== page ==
Revised plans for Centre 9500 get approval

December 23, 1992|By Sherry Joe | Sherry Joe,Staff Writer

The county Planning Board yesterday approved a new set of plans for a 352-acre residential, commercial and golfing community in Elkridge.

Details of the Centre 9500 development, a project to be built northwest of the Interstate 95 and Route 100 interchange, must still be approved by county planning and zoning officials.

The revised plans call for 165 acres of offices, warehouses or research facilities, 181 acres with 186 town houses and 174 detached houses, and 6 acres for a Columbia-style village shopping center.

Plans also must be approved for an 18-hole, par 71, 6,600-yard golf course that developers hope to begin building in March. The course would be constructed under the partnership of Coscin Adler, Lovell America Inc. and Brantly Development Corp. Developers expect to complete the course by summer 1994 and will sell it to the county government for $6 million.

The Department of Planning and Zoning had refused to recommend initial plans two weeks ago because of concerns that included the layout of the project's roads and homes. The developers submitted revised plans Dec. 16, said Elmina Hilsenrath, division chief of community planning and land development.

"There was some real positive movement on this plan in the last couple of weeks," Ms. Hilsenrath said.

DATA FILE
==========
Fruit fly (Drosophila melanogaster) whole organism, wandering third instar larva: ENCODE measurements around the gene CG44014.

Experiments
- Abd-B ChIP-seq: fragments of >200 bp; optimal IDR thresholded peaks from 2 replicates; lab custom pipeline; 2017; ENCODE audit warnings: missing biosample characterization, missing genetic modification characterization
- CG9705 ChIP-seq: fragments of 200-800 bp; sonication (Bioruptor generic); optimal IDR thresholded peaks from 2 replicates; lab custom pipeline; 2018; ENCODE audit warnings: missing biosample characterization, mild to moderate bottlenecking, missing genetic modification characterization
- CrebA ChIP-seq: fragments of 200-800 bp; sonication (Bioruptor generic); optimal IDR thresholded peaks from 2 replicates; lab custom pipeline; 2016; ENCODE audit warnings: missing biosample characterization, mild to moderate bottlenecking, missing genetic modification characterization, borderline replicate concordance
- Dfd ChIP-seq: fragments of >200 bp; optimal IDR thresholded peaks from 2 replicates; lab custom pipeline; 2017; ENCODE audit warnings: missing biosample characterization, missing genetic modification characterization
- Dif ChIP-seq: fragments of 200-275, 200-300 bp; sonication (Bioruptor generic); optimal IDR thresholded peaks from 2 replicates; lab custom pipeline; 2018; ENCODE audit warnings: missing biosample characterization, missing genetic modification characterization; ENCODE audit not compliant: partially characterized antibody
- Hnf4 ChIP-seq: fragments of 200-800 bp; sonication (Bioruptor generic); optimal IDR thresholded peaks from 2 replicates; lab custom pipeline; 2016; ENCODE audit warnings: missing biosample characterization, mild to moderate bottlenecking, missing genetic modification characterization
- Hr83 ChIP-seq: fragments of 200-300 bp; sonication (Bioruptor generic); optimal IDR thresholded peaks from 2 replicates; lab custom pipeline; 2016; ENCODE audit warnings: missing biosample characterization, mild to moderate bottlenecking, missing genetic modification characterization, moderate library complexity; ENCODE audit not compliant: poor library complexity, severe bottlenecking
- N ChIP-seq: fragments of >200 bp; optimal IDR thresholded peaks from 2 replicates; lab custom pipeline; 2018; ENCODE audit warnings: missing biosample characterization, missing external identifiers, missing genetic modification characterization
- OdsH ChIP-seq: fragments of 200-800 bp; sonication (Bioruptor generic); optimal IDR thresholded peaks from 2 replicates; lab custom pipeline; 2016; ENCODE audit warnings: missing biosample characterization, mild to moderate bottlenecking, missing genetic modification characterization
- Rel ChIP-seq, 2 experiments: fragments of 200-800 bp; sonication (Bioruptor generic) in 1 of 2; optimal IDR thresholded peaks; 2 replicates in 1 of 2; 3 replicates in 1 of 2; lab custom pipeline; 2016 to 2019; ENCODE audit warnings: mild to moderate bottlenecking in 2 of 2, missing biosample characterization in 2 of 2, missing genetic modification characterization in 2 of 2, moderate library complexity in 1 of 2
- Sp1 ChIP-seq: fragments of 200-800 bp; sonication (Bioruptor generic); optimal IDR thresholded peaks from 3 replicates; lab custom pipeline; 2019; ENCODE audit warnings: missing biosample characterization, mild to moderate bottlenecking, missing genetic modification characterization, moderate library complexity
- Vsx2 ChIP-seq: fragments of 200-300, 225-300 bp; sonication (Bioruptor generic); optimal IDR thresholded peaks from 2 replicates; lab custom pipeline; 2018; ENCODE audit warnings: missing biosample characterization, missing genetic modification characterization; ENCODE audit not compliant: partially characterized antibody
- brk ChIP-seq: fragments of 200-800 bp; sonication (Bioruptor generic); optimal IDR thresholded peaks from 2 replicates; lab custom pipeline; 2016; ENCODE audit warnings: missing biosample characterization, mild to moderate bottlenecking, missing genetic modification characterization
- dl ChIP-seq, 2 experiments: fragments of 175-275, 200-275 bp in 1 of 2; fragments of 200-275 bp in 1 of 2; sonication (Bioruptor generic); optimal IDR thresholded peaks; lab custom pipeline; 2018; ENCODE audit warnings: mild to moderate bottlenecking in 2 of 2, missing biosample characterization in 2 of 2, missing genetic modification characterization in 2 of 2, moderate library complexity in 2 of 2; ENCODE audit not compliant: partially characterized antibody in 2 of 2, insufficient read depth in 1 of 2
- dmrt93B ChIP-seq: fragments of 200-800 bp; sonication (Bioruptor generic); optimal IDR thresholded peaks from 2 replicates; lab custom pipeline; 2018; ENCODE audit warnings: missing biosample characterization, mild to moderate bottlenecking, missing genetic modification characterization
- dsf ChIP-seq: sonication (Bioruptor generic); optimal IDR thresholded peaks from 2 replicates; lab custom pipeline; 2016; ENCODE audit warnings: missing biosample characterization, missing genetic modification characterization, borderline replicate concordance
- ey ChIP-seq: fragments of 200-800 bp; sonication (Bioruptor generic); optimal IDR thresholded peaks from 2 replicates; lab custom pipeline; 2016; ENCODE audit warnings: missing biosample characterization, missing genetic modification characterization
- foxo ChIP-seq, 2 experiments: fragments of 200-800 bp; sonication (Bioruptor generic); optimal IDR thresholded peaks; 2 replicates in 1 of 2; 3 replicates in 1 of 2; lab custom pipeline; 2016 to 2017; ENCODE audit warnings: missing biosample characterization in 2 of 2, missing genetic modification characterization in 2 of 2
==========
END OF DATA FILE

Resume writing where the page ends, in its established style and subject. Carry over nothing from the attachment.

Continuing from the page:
Under the new plan, developers eliminated 16 town homes and added 16 detached homes.

"We were very pleased that they did that," she said. Under the first proposal, she said, "Many of the units would have their backs to Marshalee Lane and Montgomery Road, and that wasn't in the best interest of the community."

Initial plans had clustered the townhouses in the eastern portion of the property, near Montgomery Road and Marshalee Lane, where they were exposed to noise from passing traffic.

Under the revisions, Bellanca Drive will remain a cul-de-sac rather than being temporarily connected to Montgomery Road, much to the relief of residents who attended the hearing.

"We're very happy," said Steve Heggemann, president of the Marshalee Civic Association and a seven-year resident of Bellanca Drive. "What our residents always wanted was to be isolated."

Had Bellanca Drive been opened, even temporarily, a County Council resolution would have been required to reclose it. Also eliminated was a proposed cul-de-sac system, connecting two lots of detached homes to the western and eastern ends of Marshalee Lane. Now one road will connect to Marshalee Lane.

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